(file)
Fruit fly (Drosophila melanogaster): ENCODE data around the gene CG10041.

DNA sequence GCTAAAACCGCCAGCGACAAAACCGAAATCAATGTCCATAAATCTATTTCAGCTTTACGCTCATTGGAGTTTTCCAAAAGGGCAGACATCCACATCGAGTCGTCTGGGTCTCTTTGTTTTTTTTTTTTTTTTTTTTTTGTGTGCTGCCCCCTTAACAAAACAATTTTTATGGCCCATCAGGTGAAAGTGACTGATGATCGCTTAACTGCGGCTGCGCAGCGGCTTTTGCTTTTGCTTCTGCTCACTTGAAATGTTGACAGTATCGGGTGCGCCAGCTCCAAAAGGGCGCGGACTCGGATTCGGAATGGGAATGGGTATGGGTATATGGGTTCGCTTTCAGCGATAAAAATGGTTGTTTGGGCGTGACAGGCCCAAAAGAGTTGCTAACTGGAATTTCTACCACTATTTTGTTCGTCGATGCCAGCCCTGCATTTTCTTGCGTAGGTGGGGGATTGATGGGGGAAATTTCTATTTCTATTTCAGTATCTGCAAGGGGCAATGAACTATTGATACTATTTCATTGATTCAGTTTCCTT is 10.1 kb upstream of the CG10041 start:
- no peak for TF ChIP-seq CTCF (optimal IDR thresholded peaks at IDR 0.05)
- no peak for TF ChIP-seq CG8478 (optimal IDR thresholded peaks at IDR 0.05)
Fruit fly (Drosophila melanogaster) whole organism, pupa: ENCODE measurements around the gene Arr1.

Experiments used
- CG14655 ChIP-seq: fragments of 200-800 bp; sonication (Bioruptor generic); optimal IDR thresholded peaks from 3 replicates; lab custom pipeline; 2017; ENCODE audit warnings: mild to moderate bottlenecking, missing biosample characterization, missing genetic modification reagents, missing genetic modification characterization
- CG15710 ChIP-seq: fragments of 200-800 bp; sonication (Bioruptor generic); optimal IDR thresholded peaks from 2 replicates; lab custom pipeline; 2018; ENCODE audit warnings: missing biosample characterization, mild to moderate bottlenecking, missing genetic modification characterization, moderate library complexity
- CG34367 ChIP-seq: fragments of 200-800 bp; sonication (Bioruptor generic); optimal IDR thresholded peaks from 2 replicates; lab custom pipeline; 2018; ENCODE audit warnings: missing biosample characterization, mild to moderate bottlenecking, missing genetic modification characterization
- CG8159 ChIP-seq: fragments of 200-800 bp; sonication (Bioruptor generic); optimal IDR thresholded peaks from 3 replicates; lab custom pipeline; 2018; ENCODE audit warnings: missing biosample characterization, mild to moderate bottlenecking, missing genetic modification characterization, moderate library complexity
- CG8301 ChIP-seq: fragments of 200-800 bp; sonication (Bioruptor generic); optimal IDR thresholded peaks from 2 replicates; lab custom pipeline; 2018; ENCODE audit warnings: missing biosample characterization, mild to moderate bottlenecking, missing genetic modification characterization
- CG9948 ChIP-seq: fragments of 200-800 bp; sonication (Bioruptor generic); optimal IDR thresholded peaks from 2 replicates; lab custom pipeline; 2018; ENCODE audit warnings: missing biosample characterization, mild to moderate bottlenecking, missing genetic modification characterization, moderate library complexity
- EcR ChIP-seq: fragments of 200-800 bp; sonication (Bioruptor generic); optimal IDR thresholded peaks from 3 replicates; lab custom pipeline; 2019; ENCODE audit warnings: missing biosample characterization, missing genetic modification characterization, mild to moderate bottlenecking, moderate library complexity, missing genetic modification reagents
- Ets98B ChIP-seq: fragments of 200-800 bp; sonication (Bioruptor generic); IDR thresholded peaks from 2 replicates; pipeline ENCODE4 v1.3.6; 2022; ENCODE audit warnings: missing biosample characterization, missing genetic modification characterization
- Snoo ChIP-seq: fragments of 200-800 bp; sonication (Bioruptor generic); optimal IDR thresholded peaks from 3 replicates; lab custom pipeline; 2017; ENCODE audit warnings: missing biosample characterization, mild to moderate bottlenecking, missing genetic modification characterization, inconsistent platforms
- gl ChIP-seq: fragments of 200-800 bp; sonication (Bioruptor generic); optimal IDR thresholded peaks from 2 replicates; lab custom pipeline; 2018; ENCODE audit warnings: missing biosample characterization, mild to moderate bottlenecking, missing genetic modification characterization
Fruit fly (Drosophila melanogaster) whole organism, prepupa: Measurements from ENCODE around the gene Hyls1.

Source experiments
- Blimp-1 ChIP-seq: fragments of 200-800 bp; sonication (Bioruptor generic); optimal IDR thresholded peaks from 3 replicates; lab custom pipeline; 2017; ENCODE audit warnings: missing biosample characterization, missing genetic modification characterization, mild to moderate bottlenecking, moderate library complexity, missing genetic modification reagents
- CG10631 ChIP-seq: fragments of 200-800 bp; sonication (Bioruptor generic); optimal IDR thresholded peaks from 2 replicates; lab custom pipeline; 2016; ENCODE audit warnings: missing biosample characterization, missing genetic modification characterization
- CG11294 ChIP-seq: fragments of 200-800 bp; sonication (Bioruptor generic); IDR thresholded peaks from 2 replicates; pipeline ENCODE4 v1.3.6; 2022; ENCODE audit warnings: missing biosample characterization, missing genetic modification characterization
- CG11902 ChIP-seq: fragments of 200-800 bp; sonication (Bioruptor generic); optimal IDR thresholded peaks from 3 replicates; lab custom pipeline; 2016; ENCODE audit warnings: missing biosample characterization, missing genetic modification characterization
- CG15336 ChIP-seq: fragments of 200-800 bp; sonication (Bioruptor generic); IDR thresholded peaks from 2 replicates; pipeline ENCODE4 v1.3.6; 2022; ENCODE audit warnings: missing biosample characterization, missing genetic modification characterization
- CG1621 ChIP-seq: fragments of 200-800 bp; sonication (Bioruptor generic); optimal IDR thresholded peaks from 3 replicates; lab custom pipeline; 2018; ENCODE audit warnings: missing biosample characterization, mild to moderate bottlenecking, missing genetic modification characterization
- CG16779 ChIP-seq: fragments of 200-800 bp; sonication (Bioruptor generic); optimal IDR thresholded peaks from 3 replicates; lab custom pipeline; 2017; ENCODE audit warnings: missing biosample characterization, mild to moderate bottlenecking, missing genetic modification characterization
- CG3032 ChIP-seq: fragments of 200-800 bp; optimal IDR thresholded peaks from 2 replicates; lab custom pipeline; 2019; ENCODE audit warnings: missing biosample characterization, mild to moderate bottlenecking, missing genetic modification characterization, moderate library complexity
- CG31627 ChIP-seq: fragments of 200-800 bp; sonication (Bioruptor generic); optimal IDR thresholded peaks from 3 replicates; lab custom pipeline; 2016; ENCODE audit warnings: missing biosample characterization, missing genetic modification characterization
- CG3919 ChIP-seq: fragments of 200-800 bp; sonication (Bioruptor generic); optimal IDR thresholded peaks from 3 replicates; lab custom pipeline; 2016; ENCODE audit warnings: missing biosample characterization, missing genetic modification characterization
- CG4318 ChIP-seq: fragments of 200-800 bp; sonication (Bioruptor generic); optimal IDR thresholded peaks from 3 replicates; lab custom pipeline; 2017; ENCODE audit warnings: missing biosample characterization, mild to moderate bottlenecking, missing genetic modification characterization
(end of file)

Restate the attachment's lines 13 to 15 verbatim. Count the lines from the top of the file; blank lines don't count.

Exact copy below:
- EcR ChIP-seq: fragments of 200-800 bp; sonication (Bioruptor generic); optimal IDR thresholded peaks from 3 replicates; lab custom pipeline; 2019; ENCODE audit warnings: missing biosample characterization, missing genetic modification characterization, mild to moderate bottlenecking, moderate library complexity, missing genetic modification reagents
- Ets98B ChIP-seq: fragments of 200-800 bp; sonication (Bioruptor generic); IDR thresholded peaks from 2 replicates; pipeline ENCODE4 v1.3.6; 2022; ENCODE audit warnings: missing biosample characterization, missing genetic modification characterization
- Snoo ChIP-seq: fragments of 200-800 bp; sonication (Bioruptor generic); optimal IDR thresholded peaks from 3 replicates; lab custom pipeline; 2017; ENCODE audit warnings: missing biosample characterization, mild to moderate bottlenecking, missing genetic modification characterization, inconsistent platforms